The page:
Thursday, July 16, 2009

Taking the next step

Last night when I was talking to the new boarders, I expressed relief when they invited me to ride with them sometime. I mentioned that I'm not crazy about the idea of trail riding alone, partly because I'm afraid Panama will spook and lose me.

"Is he jittery about the bicycles?" they asked.

"No," I had to answer. He's not. He's fine with bikes.

It's the imaginary stuff he's scared of. Or the really silly stuff, like birds flying around.

But the conversation got me to thinking. Why haven't I ridden Panama off the property yet? My plan all along was to ride him in the field, and slowly extend his comfort zone outward until we hit the trail (which is probably 200 yards away across said field).

It's not because he's not ready. He actually doesn't spook much anymore, and when he does it's no longer as violent. Or maybe I'm just a better rider now, and better able to sit it.

Anyway, I decided I'd done enough pussy-footing around, so today I went out to the barn with the intention of riding Panama in the field. I wore my boots, since I'm not comfortable riding him out there bareback, and I don't like to use my tennis shoes with stirrups. I didn't want to give myself any excuses not to follow through with my plan.

We rode in the field for only about 15 or 20 minutes, but I thought that was pretty good for our first time. And guess what? Panama was GOOD. We walked everything first, then trotted a bit. We went up and down a slight grade in the field, riding parallel to the fence line about 30 yards from the barn. We did circles one way, and then the other way. With a little work, he listened to leg yields, and my requests to collect or slow down (three things he typically has some trouble with on the trail).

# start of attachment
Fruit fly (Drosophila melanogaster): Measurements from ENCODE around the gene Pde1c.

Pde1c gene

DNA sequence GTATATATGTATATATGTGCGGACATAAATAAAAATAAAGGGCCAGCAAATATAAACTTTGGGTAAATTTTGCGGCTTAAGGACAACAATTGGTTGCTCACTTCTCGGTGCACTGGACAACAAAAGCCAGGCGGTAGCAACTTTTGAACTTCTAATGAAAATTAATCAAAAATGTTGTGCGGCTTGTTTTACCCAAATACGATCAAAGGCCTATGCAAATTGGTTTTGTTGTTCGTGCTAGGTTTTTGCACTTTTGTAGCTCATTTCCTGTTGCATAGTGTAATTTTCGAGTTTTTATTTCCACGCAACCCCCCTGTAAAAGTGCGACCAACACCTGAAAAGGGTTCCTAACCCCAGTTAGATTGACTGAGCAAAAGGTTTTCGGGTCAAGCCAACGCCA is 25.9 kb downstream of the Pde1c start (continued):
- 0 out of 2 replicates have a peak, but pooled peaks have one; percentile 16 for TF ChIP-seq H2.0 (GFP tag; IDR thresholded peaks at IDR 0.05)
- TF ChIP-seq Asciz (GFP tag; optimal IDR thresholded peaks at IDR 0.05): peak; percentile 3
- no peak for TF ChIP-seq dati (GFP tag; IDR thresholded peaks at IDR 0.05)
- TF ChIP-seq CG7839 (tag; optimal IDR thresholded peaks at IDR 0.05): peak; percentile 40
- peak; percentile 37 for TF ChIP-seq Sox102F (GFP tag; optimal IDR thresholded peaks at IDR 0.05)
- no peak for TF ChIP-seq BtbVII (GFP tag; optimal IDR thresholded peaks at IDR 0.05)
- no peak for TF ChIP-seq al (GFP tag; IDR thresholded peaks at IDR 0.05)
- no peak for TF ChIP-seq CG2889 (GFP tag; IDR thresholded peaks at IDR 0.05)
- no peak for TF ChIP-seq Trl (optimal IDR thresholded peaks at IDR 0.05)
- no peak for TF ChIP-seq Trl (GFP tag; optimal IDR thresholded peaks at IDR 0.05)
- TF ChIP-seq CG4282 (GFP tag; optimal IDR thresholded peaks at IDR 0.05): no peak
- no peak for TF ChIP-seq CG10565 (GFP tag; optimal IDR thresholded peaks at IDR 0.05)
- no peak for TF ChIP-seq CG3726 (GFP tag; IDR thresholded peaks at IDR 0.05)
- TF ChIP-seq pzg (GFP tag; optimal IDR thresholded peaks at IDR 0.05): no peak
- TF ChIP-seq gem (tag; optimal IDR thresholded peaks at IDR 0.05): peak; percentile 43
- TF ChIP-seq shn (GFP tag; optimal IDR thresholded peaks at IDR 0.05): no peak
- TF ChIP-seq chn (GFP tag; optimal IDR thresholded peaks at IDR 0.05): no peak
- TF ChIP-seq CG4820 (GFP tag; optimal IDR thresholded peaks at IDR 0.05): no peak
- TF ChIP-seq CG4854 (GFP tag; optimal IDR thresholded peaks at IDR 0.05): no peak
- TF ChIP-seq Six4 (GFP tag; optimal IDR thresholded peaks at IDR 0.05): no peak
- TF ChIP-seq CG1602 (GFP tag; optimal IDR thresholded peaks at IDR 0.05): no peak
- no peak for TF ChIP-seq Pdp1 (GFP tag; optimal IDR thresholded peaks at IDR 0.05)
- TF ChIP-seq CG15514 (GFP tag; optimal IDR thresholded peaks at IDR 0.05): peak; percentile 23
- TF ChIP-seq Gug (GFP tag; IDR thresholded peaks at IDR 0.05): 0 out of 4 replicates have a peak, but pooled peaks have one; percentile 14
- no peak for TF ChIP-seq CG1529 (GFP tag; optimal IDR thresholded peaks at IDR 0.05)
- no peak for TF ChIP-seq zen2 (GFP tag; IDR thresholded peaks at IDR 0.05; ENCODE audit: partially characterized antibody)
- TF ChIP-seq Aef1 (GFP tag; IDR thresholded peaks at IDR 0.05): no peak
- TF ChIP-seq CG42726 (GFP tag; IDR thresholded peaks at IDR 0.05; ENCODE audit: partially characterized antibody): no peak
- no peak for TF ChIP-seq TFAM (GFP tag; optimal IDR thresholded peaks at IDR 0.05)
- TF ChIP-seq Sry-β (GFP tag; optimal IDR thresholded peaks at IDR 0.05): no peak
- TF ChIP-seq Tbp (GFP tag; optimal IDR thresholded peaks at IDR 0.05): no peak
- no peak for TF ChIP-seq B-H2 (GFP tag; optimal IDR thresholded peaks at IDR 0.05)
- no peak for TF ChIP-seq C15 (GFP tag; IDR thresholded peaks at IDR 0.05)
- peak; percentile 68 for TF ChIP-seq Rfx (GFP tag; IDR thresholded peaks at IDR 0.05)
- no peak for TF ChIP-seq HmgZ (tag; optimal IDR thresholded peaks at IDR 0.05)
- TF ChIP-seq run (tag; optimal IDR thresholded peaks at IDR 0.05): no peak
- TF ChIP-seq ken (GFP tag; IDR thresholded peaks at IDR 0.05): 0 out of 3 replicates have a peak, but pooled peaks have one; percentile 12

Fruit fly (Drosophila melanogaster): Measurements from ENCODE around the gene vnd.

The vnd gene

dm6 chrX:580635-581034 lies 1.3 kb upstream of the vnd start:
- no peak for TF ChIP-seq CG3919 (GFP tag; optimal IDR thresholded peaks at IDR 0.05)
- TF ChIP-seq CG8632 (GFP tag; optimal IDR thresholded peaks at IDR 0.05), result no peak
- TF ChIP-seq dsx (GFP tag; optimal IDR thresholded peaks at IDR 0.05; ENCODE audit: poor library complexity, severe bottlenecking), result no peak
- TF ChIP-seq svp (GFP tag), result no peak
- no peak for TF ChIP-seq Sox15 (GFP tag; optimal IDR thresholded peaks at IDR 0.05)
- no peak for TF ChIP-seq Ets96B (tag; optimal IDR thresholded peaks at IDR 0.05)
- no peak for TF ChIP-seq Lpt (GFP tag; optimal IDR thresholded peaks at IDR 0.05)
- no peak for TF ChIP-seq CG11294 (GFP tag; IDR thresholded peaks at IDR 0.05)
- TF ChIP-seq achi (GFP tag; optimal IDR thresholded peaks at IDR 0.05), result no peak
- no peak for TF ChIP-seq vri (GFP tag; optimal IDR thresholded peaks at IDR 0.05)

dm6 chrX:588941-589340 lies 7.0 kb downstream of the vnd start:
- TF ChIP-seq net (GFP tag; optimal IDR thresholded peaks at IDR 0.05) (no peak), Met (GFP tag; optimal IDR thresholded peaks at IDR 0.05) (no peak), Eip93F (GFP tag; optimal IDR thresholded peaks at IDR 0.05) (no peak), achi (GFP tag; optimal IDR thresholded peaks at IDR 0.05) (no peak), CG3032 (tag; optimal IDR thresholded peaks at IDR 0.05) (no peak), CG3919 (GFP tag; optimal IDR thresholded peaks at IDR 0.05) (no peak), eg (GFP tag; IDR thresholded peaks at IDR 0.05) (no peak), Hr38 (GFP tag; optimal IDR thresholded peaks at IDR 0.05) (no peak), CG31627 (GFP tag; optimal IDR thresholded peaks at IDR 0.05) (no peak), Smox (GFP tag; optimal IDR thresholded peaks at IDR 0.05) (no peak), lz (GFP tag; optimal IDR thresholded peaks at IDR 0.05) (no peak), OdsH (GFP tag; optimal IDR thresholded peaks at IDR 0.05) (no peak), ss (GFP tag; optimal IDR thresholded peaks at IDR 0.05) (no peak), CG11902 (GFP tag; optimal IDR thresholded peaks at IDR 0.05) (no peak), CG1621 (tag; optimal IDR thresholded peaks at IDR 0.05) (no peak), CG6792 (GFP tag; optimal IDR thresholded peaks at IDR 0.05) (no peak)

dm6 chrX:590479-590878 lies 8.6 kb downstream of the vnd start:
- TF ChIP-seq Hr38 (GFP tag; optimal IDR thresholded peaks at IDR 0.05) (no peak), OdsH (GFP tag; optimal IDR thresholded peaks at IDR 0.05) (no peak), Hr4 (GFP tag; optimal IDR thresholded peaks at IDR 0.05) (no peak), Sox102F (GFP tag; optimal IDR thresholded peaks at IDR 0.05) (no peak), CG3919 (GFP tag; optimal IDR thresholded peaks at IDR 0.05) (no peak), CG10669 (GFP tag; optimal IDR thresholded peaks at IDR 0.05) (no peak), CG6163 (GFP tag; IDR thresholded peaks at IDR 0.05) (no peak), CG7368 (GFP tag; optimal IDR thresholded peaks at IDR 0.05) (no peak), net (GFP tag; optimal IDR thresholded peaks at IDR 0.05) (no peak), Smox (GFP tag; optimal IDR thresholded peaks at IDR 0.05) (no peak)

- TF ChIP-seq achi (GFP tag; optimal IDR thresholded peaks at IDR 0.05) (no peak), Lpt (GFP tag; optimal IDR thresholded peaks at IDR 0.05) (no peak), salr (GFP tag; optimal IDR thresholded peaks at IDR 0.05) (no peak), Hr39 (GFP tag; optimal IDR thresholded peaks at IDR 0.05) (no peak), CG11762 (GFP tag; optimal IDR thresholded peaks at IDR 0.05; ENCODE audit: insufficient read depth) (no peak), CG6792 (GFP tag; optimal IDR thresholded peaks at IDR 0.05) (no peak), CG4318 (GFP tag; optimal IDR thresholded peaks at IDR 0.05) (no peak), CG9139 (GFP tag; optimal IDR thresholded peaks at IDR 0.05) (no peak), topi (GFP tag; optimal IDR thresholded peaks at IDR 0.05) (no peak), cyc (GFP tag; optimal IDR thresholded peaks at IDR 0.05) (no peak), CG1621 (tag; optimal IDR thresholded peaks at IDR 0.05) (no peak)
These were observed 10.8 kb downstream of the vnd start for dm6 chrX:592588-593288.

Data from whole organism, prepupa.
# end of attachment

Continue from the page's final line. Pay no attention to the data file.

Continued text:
Panama only spooked twice, and they were little spooks. The first time, I have no clue what he spooked at, but he jumped sideways. I sat it fine, and actually I noticed that I could feel it coming — something that I used to think happened too quickly that I would ever feel it.

The second time, he spooked forward. Again, I felt it coming: I could feel his butt lift as he gathered himself underneath him for one powerful spring forward. It was like riding a rollercoaster, but again, I sat it. (He didn't canter out of that giant spring forward — evidently he knows his momma as well as his momma knows him.)

Honestly, I think it's part of two things. One, I've noticed that Panama has gotten less jumpy as he's gotten older. He seems much more sure of himself, and I'm certain it's because he's achieving some maturity he'd lacked last summer. But also, I think my riding skills are improving: I'm more confident, too, and I feel more secure in the saddle than I used to. Plus, I've been riding bareback a lot lately, and I think that is really paying off.

Anyway, I was really thrilled with how well Panama did in the field today. In fact, I think he's already doing well enough that I feel I can push him a little further out on our next ride. I'm so excited — it would be great to be able to ride the trails, whether or not I've got someone to ride with!



At July 17, 2009 at 8:07 AM, Blogger Nuzzling Muzzles said...

That's good. You know the theme of my horse training lately has been exposure, exposure, exposure. In some ways the improvement happens amazingly fast, while in other ways it seems to drag on for years. If you don't keep pushing your horse's boundaries, you both will get bored.

At July 17, 2009 at 11:12 AM, Blogger Katharine Swan said...

Oh yes, NM, you're part of my inspiration. In fact, following your example I think I'm going to try to con my husband into taking a hike with me and Panama this weekend. Wish me luck. :o)

At July 17, 2009 at 11:12 AM, Blogger Katharine Swan said...

P.S. Your example on the hiking, not the conning. ;o)


Post a Comment

<< Home